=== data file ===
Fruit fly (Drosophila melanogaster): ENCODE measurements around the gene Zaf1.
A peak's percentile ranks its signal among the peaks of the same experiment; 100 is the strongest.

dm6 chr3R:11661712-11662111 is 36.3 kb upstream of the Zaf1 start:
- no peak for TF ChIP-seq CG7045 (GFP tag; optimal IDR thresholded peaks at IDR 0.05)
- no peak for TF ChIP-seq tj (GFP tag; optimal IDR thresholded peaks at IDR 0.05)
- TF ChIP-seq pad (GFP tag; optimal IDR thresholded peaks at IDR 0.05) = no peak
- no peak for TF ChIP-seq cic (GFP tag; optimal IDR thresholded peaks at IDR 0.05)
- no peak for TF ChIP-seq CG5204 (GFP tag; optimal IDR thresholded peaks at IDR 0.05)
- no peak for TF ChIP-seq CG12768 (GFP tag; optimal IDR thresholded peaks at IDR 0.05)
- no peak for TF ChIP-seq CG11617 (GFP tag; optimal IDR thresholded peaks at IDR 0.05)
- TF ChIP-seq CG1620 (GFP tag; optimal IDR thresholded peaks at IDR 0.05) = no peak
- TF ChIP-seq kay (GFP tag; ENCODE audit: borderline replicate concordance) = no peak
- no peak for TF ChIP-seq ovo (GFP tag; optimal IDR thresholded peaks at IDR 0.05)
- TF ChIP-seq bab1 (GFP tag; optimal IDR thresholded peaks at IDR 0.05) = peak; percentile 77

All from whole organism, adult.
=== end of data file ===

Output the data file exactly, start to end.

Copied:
Fruit fly (Drosophila melanogaster): ENCODE measurements around the gene Zaf1.
A peak's percentile ranks its signal among the peaks of the same experiment; 100 is the strongest.

dm6 chr3R:11661712-11662111 is 36.3 kb upstream of the Zaf1 start:
- no peak for TF ChIP-seq CG7045 (GFP tag; optimal IDR thresholded peaks at IDR 0.05)
- no peak for TF ChIP-seq tj (GFP tag; optimal IDR thresholded peaks at IDR 0.05)
- TF ChIP-seq pad (GFP tag; optimal IDR thresholded peaks at IDR 0.05) = no peak
- no peak for TF ChIP-seq cic (GFP tag; optimal IDR thresholded peaks at IDR 0.05)
- no peak for TF ChIP-seq CG5204 (GFP tag; optimal IDR thresholded peaks at IDR 0.05)
- no peak for TF ChIP-seq CG12768 (GFP tag; optimal IDR thresholded peaks at IDR 0.05)
- no peak for TF ChIP-seq CG11617 (GFP tag; optimal IDR thresholded peaks at IDR 0.05)
- TF ChIP-seq CG1620 (GFP tag; optimal IDR thresholded peaks at IDR 0.05) = no peak
- TF ChIP-seq kay (GFP tag; ENCODE audit: borderline replicate concordance) = no peak
- no peak for TF ChIP-seq ovo (GFP tag; optimal IDR thresholded peaks at IDR 0.05)
- TF ChIP-seq bab1 (GFP tag; optimal IDR thresholded peaks at IDR 0.05) = peak; percentile 77

All from whole organism, adult.